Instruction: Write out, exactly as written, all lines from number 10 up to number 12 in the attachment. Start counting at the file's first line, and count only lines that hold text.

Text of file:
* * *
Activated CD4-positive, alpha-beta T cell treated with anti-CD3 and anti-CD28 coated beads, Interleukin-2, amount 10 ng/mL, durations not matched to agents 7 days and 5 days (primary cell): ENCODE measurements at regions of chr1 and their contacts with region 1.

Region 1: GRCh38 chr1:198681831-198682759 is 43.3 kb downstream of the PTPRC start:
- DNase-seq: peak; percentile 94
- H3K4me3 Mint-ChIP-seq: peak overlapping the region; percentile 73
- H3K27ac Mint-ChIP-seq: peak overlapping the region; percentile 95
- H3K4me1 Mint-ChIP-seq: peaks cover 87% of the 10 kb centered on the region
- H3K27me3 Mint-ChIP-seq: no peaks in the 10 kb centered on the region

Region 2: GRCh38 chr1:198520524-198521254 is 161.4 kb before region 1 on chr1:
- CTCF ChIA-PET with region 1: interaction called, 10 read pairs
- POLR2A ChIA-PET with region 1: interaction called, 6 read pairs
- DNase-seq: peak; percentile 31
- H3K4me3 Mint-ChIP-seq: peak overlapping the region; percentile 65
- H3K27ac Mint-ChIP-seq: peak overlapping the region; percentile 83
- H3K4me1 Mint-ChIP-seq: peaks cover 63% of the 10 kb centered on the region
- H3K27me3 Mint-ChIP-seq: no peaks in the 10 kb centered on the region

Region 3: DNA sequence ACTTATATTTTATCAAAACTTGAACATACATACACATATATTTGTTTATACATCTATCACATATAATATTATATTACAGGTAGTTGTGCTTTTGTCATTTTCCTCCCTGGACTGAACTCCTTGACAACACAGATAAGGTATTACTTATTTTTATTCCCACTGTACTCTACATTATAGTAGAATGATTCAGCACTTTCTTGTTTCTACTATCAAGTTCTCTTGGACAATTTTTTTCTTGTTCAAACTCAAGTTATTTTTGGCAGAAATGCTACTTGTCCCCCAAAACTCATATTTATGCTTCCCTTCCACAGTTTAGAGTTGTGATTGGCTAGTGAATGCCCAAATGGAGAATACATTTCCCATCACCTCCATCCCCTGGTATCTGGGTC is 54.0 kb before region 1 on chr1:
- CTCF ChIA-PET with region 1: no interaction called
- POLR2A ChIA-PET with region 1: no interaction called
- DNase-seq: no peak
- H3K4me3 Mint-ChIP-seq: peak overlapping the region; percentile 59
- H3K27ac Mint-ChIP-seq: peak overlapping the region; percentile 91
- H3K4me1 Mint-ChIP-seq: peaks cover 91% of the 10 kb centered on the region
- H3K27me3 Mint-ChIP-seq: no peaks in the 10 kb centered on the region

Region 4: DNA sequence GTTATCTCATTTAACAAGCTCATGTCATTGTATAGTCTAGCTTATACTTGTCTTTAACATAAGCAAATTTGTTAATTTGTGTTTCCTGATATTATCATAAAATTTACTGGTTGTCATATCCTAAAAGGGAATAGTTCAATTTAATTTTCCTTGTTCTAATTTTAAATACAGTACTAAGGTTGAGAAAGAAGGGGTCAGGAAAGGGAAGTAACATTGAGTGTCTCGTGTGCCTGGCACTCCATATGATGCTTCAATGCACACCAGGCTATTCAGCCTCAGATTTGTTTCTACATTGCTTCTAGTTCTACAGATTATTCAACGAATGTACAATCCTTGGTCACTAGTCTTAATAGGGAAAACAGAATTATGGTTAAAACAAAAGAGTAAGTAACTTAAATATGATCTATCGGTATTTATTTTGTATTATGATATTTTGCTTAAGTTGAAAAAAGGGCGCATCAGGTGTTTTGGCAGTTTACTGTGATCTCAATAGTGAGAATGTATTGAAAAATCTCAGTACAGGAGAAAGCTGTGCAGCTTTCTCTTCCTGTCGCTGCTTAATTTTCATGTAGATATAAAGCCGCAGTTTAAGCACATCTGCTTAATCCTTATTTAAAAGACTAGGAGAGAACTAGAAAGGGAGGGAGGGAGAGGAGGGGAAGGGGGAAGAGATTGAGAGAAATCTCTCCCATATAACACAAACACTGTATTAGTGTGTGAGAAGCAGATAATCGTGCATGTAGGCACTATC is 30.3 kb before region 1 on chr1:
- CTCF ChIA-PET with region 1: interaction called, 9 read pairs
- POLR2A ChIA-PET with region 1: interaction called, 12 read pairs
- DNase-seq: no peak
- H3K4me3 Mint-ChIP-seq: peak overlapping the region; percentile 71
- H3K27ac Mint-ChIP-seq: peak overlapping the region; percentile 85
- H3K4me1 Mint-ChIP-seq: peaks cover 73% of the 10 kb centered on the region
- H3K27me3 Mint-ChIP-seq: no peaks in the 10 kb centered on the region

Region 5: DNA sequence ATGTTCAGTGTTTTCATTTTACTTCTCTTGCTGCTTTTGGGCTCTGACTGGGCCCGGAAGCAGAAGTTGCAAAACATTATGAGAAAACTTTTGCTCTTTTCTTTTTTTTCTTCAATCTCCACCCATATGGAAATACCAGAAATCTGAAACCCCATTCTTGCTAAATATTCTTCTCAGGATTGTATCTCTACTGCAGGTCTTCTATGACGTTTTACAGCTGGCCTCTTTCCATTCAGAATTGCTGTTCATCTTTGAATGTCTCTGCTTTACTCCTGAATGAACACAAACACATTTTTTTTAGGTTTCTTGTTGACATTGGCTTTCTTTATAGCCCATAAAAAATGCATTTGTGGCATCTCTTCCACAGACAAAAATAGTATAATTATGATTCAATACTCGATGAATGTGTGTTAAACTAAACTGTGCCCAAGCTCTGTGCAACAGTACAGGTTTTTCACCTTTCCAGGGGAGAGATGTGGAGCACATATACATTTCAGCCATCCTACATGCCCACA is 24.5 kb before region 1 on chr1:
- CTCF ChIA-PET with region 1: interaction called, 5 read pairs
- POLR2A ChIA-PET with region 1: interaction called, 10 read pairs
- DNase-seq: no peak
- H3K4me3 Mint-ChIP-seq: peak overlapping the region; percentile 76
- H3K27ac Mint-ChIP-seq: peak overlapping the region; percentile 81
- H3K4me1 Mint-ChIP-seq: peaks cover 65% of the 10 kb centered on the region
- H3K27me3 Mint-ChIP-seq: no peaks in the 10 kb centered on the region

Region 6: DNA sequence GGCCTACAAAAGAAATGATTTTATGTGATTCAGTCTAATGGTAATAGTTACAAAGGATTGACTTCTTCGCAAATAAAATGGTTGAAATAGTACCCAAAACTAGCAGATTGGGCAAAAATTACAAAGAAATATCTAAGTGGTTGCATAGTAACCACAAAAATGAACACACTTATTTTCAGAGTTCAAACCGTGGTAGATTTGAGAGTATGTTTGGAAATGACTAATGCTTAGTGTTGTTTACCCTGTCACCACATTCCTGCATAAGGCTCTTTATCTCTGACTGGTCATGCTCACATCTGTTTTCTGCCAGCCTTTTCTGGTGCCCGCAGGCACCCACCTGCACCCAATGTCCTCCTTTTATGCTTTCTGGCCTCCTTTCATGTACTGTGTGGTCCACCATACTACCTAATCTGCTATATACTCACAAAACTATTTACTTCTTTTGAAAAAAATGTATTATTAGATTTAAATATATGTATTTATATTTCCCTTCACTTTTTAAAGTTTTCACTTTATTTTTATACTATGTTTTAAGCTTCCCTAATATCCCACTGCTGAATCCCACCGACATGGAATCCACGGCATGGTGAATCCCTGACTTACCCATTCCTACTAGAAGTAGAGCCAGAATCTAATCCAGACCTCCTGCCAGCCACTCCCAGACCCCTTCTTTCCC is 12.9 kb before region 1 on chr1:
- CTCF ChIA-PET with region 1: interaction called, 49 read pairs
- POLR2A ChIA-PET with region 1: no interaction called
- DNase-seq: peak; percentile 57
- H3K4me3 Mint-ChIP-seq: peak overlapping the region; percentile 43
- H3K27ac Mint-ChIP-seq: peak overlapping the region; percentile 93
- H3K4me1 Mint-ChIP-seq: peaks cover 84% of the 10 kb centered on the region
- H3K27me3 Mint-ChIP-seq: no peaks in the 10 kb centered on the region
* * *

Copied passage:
- POLR2A ChIA-PET with region 1: interaction called, 6 read pairs
- DNase-seq: peak; percentile 31
- H3K4me3 Mint-ChIP-seq: peak overlapping the region; percentile 65